People Abroad | 1763—89

Portrait by Artist to Come

OVERVIEW

The 27 years during which America awakened to its need for independence — debated it, declared it, struggled for it, and ratified and effected its Constitution — were bookended by the end of one global conflict and the beginning of another.

In Europe the 1763 Peace of Paris concluded the Seven Years War, sometimes called the first true world war. It was a conflict that involved all of the major European countries, and once again pitted Great Britain against France for global dominance. In 1789, with the storming of the Bastille, the French Revolution began — influenced by the American Revolution, but begun for lack of bread. It would lead to mass executions of its own people, the rise of Napoleon to general and emperor, millions killed elsewhere, and once more a face-off between France and Britain.

LINKS
Europeans who are contributing to their culture during the American Revolution.

Artists

Explorers and Inventors

Musicians

  • Bach, Johann Christian (1735—82)
  • Beethoven, Ludwig van (1770—1827)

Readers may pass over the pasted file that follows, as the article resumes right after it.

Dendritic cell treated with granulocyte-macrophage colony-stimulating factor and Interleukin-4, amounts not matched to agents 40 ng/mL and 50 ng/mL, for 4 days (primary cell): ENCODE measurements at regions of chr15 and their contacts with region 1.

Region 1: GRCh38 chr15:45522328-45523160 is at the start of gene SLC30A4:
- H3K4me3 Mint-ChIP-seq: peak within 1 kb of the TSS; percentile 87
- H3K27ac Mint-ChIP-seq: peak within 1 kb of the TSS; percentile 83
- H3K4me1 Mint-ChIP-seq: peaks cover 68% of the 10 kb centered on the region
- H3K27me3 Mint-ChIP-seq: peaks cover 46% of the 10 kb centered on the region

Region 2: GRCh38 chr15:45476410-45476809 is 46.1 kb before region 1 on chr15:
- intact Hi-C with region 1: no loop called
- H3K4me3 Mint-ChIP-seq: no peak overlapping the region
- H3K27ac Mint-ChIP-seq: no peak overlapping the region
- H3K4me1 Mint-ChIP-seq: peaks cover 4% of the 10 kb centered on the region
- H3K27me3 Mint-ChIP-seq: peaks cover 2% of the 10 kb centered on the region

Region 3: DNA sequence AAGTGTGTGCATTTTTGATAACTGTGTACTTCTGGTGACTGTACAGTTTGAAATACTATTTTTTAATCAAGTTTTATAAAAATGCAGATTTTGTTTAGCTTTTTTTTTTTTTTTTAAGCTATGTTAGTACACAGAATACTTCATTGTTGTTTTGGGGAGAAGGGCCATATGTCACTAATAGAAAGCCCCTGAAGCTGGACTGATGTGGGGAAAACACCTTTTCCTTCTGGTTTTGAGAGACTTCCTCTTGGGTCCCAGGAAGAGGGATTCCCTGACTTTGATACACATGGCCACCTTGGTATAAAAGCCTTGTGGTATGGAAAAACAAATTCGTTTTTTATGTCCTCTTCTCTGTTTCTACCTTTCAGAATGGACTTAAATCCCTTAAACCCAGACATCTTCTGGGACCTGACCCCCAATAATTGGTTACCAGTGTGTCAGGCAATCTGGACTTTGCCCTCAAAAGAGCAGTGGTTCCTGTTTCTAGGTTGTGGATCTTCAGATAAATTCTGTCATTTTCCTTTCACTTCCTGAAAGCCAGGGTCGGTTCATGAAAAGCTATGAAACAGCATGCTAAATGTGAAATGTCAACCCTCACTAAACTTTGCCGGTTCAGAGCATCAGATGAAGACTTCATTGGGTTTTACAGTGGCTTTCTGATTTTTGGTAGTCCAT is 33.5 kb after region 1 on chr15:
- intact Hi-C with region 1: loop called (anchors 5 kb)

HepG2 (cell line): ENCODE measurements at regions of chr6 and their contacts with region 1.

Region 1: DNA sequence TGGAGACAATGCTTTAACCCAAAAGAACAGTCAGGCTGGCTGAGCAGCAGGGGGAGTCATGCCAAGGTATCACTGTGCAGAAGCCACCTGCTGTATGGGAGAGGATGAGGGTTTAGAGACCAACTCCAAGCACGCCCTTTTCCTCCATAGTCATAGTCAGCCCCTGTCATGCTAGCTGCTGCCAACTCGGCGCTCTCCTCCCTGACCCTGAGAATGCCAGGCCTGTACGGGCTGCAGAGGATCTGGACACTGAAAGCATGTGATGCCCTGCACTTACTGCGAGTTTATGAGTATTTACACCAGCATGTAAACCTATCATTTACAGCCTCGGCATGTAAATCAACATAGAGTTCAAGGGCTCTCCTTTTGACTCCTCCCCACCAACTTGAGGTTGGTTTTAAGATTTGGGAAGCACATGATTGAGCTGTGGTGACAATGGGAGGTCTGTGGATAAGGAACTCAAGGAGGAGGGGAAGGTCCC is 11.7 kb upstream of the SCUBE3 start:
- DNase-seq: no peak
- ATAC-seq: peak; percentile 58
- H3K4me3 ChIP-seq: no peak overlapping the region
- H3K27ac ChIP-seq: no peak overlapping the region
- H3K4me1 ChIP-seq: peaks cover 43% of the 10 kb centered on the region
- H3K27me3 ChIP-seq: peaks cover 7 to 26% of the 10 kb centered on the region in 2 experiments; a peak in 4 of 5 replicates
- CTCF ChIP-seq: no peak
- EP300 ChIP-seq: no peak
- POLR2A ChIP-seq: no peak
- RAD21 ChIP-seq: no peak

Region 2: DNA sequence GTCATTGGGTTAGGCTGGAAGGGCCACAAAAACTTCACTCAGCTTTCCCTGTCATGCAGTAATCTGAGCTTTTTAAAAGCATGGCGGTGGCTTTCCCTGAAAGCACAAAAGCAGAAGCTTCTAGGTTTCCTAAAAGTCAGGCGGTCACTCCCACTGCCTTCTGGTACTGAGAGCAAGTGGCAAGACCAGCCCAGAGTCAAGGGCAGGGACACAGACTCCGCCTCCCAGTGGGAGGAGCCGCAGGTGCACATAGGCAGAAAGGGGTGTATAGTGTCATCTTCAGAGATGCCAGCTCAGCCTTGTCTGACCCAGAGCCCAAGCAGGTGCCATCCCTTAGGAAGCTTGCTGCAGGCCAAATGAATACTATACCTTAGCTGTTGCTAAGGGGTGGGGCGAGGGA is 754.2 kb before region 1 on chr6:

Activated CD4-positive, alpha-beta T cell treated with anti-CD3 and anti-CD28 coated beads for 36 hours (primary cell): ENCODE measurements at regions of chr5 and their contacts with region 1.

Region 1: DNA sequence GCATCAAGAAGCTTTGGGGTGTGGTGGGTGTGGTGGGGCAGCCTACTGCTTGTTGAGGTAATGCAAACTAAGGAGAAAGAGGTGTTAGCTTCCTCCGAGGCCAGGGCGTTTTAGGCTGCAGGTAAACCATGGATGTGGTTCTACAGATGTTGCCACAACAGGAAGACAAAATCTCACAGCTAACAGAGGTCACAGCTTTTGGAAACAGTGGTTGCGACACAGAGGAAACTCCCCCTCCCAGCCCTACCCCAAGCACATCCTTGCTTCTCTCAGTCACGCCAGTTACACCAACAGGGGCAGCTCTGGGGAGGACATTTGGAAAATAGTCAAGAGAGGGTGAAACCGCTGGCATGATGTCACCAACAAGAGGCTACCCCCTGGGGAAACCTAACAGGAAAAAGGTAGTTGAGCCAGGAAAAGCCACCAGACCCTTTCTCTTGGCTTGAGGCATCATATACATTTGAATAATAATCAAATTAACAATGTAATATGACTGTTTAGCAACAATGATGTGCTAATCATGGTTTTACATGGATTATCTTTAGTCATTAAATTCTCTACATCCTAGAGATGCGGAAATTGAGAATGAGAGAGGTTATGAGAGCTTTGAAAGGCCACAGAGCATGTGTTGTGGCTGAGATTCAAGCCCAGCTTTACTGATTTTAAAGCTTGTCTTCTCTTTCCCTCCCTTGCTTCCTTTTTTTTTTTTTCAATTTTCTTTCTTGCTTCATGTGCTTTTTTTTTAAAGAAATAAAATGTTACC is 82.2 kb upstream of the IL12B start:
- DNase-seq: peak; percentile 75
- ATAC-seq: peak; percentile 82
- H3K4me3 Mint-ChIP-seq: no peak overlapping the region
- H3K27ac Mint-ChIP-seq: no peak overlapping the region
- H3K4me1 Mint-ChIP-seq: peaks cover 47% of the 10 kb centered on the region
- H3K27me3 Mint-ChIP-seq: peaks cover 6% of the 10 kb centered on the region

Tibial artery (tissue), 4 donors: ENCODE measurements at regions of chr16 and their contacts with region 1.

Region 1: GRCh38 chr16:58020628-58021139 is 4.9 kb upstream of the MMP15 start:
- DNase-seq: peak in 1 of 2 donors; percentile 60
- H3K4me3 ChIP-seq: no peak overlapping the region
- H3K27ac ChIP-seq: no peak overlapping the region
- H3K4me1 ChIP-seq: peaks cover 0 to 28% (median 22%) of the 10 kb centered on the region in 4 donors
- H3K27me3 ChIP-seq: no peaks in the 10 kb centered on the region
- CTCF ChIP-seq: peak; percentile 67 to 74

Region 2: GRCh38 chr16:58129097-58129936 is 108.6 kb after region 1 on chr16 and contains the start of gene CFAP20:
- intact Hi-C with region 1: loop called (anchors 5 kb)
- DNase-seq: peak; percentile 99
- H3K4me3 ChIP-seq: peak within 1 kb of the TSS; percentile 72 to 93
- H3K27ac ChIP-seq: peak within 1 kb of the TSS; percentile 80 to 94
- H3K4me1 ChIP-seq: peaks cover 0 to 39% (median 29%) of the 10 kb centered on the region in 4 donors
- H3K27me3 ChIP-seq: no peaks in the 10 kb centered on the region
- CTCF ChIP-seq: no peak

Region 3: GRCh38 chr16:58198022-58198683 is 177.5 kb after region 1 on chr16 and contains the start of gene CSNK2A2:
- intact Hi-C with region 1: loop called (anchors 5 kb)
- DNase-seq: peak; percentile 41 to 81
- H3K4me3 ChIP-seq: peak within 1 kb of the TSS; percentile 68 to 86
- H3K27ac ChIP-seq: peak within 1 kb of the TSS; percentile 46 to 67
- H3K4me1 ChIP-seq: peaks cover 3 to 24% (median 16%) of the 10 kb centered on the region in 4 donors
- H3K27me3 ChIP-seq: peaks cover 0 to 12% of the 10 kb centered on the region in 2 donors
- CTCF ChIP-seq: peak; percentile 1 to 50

• Gluck, Christoph Willibald (1714—87)
  • Haydn, Joseph (1732—1809)
  • Mozart, Wolfgang Amadeus (1756—91)

Philosophers

Rulers

    England

    Habsburg Empire (including Austria & Hungary)

    • Maria Theresa (1717—80); Empress, 1740—80
    • Joseph II (1741—90); Emperor, 1780—90; Holy Roman Emperor, 1765—90

    Russia

Scientists & Mathematicians

Writers

Washington’s courage thrilled his men. But he was not an enlisted man’s general. He did not interact personally with them, and would not let his officers do so either. Officers under his command who supped or slept in enlisted men’s headquarters were routinely punished. To Washington’s mind, discipline and hierarchy were central to maintaining unit cohesion and integrity. No warm, outgoing person, notes one historian, Washington bound men to him by his own sense of justice and dedication. Yet how his troops viewed him, and in what ways their opinions may have changed over time, is uncertain. Although nineteenth-century history books and old soldiers’ memoirs resonate with references to the commander-in-chief’s inspirational presence, diaries and other accounts written in wartime rarely mention him.

Edward G. Lengel
General George Washington: A Military Life (2005)